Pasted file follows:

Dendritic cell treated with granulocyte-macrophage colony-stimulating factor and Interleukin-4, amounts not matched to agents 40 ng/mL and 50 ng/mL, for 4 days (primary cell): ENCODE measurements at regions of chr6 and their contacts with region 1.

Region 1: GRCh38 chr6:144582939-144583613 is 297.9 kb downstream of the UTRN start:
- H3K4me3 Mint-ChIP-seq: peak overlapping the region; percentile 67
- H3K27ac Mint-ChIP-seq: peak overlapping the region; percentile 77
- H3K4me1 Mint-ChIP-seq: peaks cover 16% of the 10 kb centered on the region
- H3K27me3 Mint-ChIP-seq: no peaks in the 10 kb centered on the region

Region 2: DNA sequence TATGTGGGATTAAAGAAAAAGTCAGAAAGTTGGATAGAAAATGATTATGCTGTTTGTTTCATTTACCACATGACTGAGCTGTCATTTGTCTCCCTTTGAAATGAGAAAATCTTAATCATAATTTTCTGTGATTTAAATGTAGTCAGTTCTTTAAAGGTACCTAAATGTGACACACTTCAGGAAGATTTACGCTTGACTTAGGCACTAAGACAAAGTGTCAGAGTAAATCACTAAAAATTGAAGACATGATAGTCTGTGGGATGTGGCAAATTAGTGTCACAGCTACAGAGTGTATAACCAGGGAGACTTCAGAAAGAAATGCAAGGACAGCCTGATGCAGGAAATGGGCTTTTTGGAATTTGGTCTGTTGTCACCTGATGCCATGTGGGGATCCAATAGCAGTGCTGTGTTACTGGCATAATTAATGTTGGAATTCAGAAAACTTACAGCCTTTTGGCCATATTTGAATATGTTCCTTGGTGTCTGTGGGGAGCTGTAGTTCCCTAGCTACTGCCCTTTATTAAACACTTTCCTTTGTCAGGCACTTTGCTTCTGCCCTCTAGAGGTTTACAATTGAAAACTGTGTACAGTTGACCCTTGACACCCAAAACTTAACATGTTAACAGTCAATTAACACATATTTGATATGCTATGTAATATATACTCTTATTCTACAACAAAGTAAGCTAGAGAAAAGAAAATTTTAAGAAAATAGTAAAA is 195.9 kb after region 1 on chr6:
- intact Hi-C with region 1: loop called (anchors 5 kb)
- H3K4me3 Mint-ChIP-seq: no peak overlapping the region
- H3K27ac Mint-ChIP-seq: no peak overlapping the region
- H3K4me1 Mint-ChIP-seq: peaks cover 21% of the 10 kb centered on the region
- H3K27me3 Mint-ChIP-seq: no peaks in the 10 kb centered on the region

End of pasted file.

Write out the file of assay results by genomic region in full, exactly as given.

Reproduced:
Dendritic cell treated with granulocyte-macrophage colony-stimulating factor and Interleukin-4, amounts not matched to agents 40 ng/mL and 50 ng/mL, for 4 days (primary cell): ENCODE measurements at regions of chr6 and their contacts with region 1.

Region 1: GRCh38 chr6:144582939-144583613 is 297.9 kb downstream of the UTRN start:
- H3K4me3 Mint-ChIP-seq: peak overlapping the region; percentile 67
- H3K27ac Mint-ChIP-seq: peak overlapping the region; percentile 77
- H3K4me1 Mint-ChIP-seq: peaks cover 16% of the 10 kb centered on the region
- H3K27me3 Mint-ChIP-seq: no peaks in the 10 kb centered on the region

Region 2: DNA sequence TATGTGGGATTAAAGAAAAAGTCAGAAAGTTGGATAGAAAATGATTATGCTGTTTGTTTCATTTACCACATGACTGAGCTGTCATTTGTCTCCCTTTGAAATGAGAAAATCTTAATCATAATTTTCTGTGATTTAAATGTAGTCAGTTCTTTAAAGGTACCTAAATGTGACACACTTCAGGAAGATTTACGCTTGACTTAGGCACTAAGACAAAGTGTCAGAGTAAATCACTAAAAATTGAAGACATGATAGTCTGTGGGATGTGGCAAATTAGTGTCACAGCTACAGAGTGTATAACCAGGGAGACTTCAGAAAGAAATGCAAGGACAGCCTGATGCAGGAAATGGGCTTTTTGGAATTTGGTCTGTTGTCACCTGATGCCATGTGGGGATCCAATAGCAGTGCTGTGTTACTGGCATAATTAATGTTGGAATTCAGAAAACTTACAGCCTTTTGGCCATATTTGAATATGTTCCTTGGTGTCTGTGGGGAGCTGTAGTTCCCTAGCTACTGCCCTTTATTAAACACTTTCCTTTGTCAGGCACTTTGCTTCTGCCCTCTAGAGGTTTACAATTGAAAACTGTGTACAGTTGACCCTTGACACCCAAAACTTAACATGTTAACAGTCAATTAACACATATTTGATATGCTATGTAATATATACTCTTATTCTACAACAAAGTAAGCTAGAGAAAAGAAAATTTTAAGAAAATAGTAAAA is 195.9 kb after region 1 on chr6:
- intact Hi-C with region 1: loop called (anchors 5 kb)
- H3K4me3 Mint-ChIP-seq: no peak overlapping the region
- H3K27ac Mint-ChIP-seq: no peak overlapping the region
- H3K4me1 Mint-ChIP-seq: peaks cover 21% of the 10 kb centered on the region
- H3K27me3 Mint-ChIP-seq: no peaks in the 10 kb centered on the region